Tuesday, March 1, 2011

"The imagination has a conscience all its own": Philip Roth on Fact and Fiction

The Center for Fiction, which in my un-objective opinion is becoming one of the most happening literary hangouts in New York, had one of its best events yet last week--an evening with and about Philip Roth.  The National Book Critics circle put it together, and their printed program for the event included some wonderful excerpts from reviews of Roth's work over the years (Saul Bellow thought the "fault" of Goodbye, Columbus was its sophistication). But the best excerpt was from Roth himself, accepting the NBCC fiction award for The Counterlife in 1988. I have never read a better statement of how novelists treat life experience, or history:
You begin with the raw material, the facts, what appear in the morning light to be potentially exploitable facts. One by one you turn them over in your mind. This can take days, it can take years. The mind conducts the examination at its own pace--are these facts really any good?--and one day turns the facts over to the imagination. The imagination goes to work. It is not a pleasant sight. The imagination is pitiless, brutal, and cruel. It lacks common decency, discretion, manners, loyalty--yes, it lacks even compassion. The imagination has a conscience all its own; you wouldn't want it as a friend. 
The butcher, imagination, wastes no time with niceties: it clubs the fact over the head, quickly it slits the throat, and then with its bare hands, it pulls forth the guts. Soon the guts of facts are everywhere, the imagination is simply wading through them. By the time the imagination is finished with a fact, believe me, it bears no resemblance to a fact. The imagination then turns a dripping mass of eviscerated factuality back to the mind. The mind (if it is a mind) is no less brutal than the imagination and it is not impressed. It finds that that the fact has been badly butchered. It sends down for fresh raw material, new facts. And all this goes on day in and day out, though there are days of course, when the savagery gets to be too much even for them and, overcome with self-loathing, even mind and imagination haven't the heart to continue.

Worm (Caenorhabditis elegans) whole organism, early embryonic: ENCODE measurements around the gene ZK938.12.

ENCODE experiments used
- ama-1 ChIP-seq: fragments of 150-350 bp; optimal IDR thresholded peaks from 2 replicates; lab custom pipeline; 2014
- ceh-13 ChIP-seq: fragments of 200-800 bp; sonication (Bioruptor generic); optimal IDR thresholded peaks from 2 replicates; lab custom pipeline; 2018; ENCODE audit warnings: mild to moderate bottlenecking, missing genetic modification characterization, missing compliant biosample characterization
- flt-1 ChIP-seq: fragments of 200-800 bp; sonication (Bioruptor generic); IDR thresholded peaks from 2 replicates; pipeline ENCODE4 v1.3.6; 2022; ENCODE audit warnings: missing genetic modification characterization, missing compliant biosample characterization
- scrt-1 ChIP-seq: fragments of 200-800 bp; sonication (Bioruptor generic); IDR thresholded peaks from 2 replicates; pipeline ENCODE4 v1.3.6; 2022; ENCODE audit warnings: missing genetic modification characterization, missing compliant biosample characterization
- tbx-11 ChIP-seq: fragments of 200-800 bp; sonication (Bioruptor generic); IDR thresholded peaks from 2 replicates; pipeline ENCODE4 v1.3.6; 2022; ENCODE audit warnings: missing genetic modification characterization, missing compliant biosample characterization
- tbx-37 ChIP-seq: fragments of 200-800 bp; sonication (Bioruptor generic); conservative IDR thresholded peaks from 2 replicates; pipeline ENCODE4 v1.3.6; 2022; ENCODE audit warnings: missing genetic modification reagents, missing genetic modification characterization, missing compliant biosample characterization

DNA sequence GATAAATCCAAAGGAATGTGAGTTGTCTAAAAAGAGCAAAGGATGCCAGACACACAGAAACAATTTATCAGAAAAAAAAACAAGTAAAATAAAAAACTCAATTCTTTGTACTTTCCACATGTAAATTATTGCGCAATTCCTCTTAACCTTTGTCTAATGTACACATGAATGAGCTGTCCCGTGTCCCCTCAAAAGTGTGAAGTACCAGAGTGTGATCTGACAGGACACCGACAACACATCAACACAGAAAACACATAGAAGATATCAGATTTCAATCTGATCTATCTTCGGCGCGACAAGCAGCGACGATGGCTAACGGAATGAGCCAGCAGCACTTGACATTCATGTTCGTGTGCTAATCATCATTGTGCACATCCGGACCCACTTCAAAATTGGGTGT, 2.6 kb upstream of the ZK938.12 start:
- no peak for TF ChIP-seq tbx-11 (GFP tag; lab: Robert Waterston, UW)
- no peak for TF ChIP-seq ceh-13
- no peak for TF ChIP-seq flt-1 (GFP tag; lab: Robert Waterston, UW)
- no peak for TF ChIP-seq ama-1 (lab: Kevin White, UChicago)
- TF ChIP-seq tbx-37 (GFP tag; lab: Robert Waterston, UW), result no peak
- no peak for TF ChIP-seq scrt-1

By the way, if you are a fiction lover, the Center for Fiction's website should be a regular stop for you. Recently revamped, it posts fantastic new content all the time, including original stories from leading authors, interviews and videos, book recommendations, and lots more. And if you are a fiction lover in the New York City area, the Center itself, on 47th Street right near Grand Central, should be a regular stop too. It has an unmatched circulating library of 85,000 books, including novels you'll find nowhere else, and literary programming second to nobody in the city. Can you think of anywhere else in town where you might hear Philip Roth read--or see him chatting with Zadie Smith and Nathan Englander?

(photo of Philip Roth © Nancy Crampton)

3 comments:

Samuel said...

Another reason not to have moved to the Midwest. Two quick thoughts: A) for a moment I couldn't figure out why Roth would say the imagination was gullible or inexperienced (from Yeshiva bucher), but then I realized it was probably supposed to be butcher, what with the throat-slitting and all); B) Are Zadie Smith and that other fellow in the picture actually kneeling at the feet of Roth?

Peter Ginna said...

@Samuel Thank you for the correction--yes, it's butcher. And yes, in that photo Zadie Smith and Nathan Englander (another good novelist and one of the commenters on Roth's work that evening) are kneeling. I'm happy to say someone got them chairs right after that photo was taken.

JennaQuentin said...

Being a writer certainly gives you a different look on life experiences! After this reassurance of the imagination's brutality with fact, that I should feel less guilty exploiting facts to the fullest...after all, it's my imagination's fault!